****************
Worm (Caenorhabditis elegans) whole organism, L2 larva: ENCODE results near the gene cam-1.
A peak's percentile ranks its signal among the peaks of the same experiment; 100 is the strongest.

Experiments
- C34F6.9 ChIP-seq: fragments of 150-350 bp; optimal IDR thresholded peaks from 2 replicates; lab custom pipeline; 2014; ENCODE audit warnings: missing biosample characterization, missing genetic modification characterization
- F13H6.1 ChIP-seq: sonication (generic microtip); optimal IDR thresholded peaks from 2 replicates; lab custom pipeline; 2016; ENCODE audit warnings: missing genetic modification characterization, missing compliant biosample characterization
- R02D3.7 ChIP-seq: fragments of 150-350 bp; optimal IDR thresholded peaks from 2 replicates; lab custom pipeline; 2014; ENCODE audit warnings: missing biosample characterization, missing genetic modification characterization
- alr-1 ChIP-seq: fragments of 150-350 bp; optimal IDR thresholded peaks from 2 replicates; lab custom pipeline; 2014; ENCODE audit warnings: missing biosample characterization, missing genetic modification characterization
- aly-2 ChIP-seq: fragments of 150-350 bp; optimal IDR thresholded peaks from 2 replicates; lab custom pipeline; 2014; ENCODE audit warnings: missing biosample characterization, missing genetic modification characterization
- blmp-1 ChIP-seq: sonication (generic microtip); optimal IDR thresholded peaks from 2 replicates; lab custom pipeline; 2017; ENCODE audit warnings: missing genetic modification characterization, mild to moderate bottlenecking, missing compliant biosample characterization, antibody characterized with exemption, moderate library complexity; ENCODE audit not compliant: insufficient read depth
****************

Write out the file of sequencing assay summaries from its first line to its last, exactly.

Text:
Worm (Caenorhabditis elegans) whole organism, L2 larva: ENCODE results near the gene cam-1.
A peak's percentile ranks its signal among the peaks of the same experiment; 100 is the strongest.

Experiments
- C34F6.9 ChIP-seq: fragments of 150-350 bp; optimal IDR thresholded peaks from 2 replicates; lab custom pipeline; 2014; ENCODE audit warnings: missing biosample characterization, missing genetic modification characterization
- F13H6.1 ChIP-seq: sonication (generic microtip); optimal IDR thresholded peaks from 2 replicates; lab custom pipeline; 2016; ENCODE audit warnings: missing genetic modification characterization, missing compliant biosample characterization
- R02D3.7 ChIP-seq: fragments of 150-350 bp; optimal IDR thresholded peaks from 2 replicates; lab custom pipeline; 2014; ENCODE audit warnings: missing biosample characterization, missing genetic modification characterization
- alr-1 ChIP-seq: fragments of 150-350 bp; optimal IDR thresholded peaks from 2 replicates; lab custom pipeline; 2014; ENCODE audit warnings: missing biosample characterization, missing genetic modification characterization
- aly-2 ChIP-seq: fragments of 150-350 bp; optimal IDR thresholded peaks from 2 replicates; lab custom pipeline; 2014; ENCODE audit warnings: missing biosample characterization, missing genetic modification characterization
- blmp-1 ChIP-seq: sonication (generic microtip); optimal IDR thresholded peaks from 2 replicates; lab custom pipeline; 2017; ENCODE audit warnings: missing genetic modification characterization, mild to moderate bottlenecking, missing compliant biosample characterization, antibody characterized with exemption, moderate library complexity; ENCODE audit not compliant: insufficient read depth